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Germany has ‘hard evidence’ of Russian cyberattack on Parliament

Angela Merkel, Chancellor of Germany. (Arno Mikkor/Flickr)

This article was originally published by Radio Free Europe/Radio Liberty and is reprinted with permission.

German Chancellor Angela Merkel says there is “hard evidence” of the involvement of “Russian forces” in a 2015 cyberattack on the German parliament in which documents from her own parliamentary office were reportedly stolen.

The German daily newspaper Sueddeutsche Zeitung reported last week that federal prosecutors in Germany had issued an arrest warrant for a suspected officer with Russia’s GRU military intelligence agency.

The alleged GRU officer, identified as Dmitriy Badin, is also being sought by U.S. authorities.

On May 8, the German news magazine Der Spiegel reported that correspondence from Merkel’s parliamentary office was among the documents targeted in the 2015 hack.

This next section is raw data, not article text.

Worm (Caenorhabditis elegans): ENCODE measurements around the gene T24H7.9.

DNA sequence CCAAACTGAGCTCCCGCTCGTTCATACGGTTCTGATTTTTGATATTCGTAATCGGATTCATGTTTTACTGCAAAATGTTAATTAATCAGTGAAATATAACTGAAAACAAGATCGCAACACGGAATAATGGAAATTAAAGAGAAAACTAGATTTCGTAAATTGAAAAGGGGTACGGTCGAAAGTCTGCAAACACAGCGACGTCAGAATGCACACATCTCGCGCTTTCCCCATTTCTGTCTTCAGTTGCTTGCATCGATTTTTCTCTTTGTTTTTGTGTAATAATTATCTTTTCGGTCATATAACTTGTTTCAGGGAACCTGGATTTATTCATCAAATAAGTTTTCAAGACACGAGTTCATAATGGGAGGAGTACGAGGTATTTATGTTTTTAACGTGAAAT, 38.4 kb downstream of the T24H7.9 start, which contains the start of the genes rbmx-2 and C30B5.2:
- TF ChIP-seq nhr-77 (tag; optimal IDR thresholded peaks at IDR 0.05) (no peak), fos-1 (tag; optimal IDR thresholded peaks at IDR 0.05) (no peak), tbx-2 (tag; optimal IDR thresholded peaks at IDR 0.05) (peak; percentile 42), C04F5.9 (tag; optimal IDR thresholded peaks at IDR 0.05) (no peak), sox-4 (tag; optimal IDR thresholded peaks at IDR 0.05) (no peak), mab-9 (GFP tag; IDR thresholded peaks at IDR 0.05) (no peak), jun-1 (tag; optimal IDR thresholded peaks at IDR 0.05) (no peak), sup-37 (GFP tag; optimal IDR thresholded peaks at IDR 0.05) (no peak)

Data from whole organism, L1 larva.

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Prosecutors have not confirmed the German media reports.

But when Merkel was asked by lawmakers on May 13 about the theft of data from her office, she said, “I get the impression that they picked up relatively indiscriminately what they could get.”

“I am very glad that the investigations have now led to the federal prosecutor putting a concrete person on the wanted list,” Merkel told lawmakers, without elaborating. “I take these things very seriously.”

“I can say honestly that this pains me,” she said. “On the one hand, I work every day for a better relationship with Russia. When you see on the other hand that there is such hard evidence that Russian forces are involved in acting this way, this is an area of tension.”

Russian officials deny any involvement in the 2015 cyberattack on the German parliament.

The Kremlin has also dismissed charges of Russian meddling in the 2016 U.S. presidential election and alleged cyberattacks on other countries and institutions.

Merkel indicated that the German investigation had not changed her assessment of Russia’s tactics — a strategy of “hybrid warfare, which includes warfare in connection with cyber, disorientation, and factual distortion.”

She said there were important reasons to try to maintain good relations with Russia, “but this naturally doesn’t make it easier.”

She described the cyberattack as “outrageous,” and that Germany reserved “the right to take measures, including against Russia.”